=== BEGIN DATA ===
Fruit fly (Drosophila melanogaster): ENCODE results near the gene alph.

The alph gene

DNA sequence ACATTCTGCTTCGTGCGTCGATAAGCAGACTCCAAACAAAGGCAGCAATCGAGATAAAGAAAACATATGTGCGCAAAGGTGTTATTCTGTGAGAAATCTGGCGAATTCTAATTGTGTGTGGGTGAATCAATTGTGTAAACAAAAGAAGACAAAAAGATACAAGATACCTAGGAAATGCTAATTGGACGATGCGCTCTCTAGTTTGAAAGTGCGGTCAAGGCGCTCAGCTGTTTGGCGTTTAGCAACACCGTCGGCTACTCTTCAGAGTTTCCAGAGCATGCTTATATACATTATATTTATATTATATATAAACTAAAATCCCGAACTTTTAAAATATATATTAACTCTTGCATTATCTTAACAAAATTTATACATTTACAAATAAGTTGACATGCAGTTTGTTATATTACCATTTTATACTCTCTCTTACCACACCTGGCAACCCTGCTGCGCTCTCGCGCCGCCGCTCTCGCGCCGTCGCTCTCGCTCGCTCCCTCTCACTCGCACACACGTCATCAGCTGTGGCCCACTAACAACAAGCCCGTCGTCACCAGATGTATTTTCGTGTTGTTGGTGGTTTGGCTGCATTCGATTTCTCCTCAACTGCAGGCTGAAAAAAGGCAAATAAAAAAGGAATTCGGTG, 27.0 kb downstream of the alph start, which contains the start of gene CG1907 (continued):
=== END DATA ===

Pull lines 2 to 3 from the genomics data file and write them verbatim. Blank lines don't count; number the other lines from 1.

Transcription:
The alph gene

DNA sequence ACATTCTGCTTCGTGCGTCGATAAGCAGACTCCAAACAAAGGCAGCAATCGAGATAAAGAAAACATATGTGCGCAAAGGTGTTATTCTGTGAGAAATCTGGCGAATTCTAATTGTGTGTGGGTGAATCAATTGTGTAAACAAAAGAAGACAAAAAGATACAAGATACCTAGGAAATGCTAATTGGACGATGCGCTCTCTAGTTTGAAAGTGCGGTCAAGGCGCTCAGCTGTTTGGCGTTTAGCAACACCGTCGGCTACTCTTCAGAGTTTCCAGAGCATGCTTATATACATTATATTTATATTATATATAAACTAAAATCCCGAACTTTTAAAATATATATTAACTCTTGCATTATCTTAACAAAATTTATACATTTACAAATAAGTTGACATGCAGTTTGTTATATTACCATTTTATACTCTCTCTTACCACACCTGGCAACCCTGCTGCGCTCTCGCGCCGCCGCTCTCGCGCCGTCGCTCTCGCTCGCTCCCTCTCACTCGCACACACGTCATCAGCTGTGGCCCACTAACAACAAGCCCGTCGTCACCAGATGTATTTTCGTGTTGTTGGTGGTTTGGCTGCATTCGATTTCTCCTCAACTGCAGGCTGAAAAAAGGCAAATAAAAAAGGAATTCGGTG, 27.0 kb downstream of the alph start, which contains the start of gene CG1907 (continued):